Stuck in a Rut

How to ride rutted out trails

Have you ever felt like you were?

In a rut, that is…

I know I have. Not just felt like it, but actually in a rut. Not just once, but many times in my life. You’d think I would learn how to avoid those traveling traps.

“Constantly focusing on the limitations, instead of all the possibilities, is how people become stuck in their lives. It only serves to recreate the same old reality from day to day. And soon the days turn into years, and lifetimes.” ― Anthon St. Maarten

I guess it doesn’t help when you can’t see over the edge of your rut…

People, myself included, get stuck in ruts for a number of reasons. I don’t think we intentionally aim for that rut. I’ve woken up at times and realized that I’m not going anywhere because I’m stuck. I also know that sometimes I have stayed in a rut instead of making hard choices and doing difficult work to get out. Staying in a rut can be thought safer or more comfortable than taking the risk to change or move forward. That’s hard to believe.

Sometimes, people find themselves in a rut because of their own mistakes or self-destructive choices. This is the obvious answer. When we hear a story about someone being stuck, the first place we go is a quick examination of their poorly followed road map.

Sometimes, people find themselves in a rut because of choices made by someone else. We all live in a connected world. Our families, friends and work world keep us intertwined with the lives of other people who are making decisions that affect how we act and think. Right now and for years.

Sometimes, people decide to stay in their rut because it’s providing the essential attention, connection and love that they have always needed but never received. That doesn’t seem to make sense, does it? Many times, people aren’t even aware that their life in a rut is producing something they deeply need.

“But there was a difference between being stuck and choosing to stay. Between being found and finding yourself.” ― Martina Boone

Isolation Can Produce Ruts

While some age groups are, not everyone is returning to their churches in these post-pandemic months. If there is such a thing as post-pandemic. Some reports indicate that the return rate is at approximately two-thirds. Going back on a regular basis will do wonders for you on many levels. The weekly “live” connections with others have kept me going in so many ways. During the week we use technology to stay tethered with each other. This has kept my focus on what means the most to me.  Praying, encouraging, sharing our journey has all worked to keep me from that familiar rut of paralyzing self-pity.

“It’s all right to sit on your pity pot every now and again. Just be sure to flush when you are finished.”Debbie Macomber

Don’t Overthink It

Maybe during the locked up period of time we’ve come through, you noticed or even developed some bad habits. Some might even qualify as a rut. I’ve been reading some research about how to replace bad habits with good ones. Very eye-opening. Instead of beating myself up about my lack of will power or low motivation, making a good habit is mostly about changing circumstances and getting into a new routine. Habits, both good and bad, happen because we spend so much of our mental processing on autopilot.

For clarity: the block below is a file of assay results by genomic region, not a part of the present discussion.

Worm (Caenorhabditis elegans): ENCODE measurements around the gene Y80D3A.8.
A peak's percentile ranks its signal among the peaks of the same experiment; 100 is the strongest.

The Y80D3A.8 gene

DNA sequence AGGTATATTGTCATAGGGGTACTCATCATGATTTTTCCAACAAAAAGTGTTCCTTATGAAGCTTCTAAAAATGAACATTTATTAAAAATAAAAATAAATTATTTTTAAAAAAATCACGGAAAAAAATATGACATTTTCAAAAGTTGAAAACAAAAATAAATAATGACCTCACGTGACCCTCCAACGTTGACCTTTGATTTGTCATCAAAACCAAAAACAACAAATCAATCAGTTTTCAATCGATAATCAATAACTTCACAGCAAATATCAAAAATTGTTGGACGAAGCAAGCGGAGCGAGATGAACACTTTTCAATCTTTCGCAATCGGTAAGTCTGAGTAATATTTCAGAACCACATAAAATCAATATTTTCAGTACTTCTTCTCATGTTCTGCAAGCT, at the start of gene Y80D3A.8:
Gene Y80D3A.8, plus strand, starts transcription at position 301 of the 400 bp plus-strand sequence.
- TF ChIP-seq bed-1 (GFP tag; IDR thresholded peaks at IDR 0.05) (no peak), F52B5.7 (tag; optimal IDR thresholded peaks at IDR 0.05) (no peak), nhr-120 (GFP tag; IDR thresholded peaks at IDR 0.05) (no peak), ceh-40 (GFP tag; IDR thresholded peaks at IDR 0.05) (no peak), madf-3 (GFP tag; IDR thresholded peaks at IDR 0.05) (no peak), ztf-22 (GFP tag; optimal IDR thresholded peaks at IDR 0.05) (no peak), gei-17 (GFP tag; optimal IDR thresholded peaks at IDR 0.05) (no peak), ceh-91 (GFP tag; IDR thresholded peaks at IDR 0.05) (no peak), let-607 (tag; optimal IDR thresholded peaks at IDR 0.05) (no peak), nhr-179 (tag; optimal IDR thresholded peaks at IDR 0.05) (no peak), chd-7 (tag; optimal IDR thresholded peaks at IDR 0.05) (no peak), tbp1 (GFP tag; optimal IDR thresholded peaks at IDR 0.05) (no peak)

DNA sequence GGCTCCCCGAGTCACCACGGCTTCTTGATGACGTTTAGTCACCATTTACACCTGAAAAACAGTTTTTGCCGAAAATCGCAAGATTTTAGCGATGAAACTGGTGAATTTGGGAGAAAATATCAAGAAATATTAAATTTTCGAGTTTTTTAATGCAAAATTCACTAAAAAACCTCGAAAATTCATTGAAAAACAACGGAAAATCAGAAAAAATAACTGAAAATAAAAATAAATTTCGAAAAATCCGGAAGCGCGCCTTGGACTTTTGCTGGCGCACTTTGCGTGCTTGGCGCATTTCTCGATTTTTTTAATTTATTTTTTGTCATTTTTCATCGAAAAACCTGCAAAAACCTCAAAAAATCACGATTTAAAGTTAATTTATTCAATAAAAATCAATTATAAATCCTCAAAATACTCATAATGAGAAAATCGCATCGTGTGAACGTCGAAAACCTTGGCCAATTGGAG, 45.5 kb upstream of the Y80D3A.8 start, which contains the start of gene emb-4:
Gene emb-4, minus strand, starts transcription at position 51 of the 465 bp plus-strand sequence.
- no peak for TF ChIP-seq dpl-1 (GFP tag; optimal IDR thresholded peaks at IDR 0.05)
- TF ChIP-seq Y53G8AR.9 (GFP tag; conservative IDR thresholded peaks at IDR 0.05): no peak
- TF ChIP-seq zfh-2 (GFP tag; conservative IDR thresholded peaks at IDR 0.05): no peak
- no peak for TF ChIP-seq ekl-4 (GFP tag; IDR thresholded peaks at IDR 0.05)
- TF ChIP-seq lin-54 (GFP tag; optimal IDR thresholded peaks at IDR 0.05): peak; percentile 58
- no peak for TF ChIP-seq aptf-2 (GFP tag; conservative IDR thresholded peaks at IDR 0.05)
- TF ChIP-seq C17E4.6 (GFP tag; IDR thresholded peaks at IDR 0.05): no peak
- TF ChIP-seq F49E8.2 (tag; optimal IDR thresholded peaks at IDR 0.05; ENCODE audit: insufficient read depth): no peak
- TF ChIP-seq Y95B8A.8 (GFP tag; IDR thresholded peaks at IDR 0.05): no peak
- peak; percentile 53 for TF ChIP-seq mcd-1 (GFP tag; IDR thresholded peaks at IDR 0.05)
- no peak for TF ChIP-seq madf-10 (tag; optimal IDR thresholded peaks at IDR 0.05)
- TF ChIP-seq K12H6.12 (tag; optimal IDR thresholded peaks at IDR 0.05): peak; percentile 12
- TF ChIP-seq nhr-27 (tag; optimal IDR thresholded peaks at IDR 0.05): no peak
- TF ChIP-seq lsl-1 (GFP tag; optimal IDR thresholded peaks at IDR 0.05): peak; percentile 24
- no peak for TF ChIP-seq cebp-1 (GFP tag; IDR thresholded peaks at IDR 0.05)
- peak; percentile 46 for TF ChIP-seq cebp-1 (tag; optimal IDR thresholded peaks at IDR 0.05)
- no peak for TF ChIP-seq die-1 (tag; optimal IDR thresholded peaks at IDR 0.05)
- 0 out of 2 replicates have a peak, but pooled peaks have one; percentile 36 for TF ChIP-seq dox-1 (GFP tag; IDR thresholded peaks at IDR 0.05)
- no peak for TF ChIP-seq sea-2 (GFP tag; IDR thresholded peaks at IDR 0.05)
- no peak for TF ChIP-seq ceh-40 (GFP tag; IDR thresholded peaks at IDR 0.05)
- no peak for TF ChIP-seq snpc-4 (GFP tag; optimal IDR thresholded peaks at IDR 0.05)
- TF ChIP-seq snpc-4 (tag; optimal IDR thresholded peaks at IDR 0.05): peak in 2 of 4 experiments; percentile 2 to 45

My new routine of walking the neighborhood each evening has hit a summer snag. It never seems to cool off until almost ten o’clock! By then I’ve gotten side tracked with something else. So, I’m working on the timing of this routine so I don’t have to make a conscious decision, it will just happen. Wish me luck.

What routines do you need to fix? Make a change in the right direction, give yourself a reward, make it something you don’t have to think about, and you will probably end up out of that rut sooner rather than later.

“If you continue to dig the same hole in the same place in your life, eventually you will be standing in a grave.” – Shannon Adler

Relationships Need Tending Like a Garden

Don’t you have friends who are in relationship ruts? It’s very difficult to break out and build new friendships, especially lately. Even dysfunctional relationships work for us when they keep us on familiar scripts and protect from the risks of rejection.

Your relationship is in a rut when:

  1. Communication isn’t bringing life
  2. You’re drained most of the time instead of energized
  3. Trust has been deteriorating over time

There are many other signs. I think these are significant. Relationships don’t usually fall apart quickly. Some poisons can take a long time to kill. Everyone has difficulty jumping into new friendships and learning different scripts. Such a hard jump to make – these also take time. We hurt and want relief quickly. I think that’s why some people just stay in their relationship ruts.

“People who have been deeply hurt in their relationships will often devalue love so it doesn’t hurt so much. And they often become resigned to never loving again.” ― Henry Cloud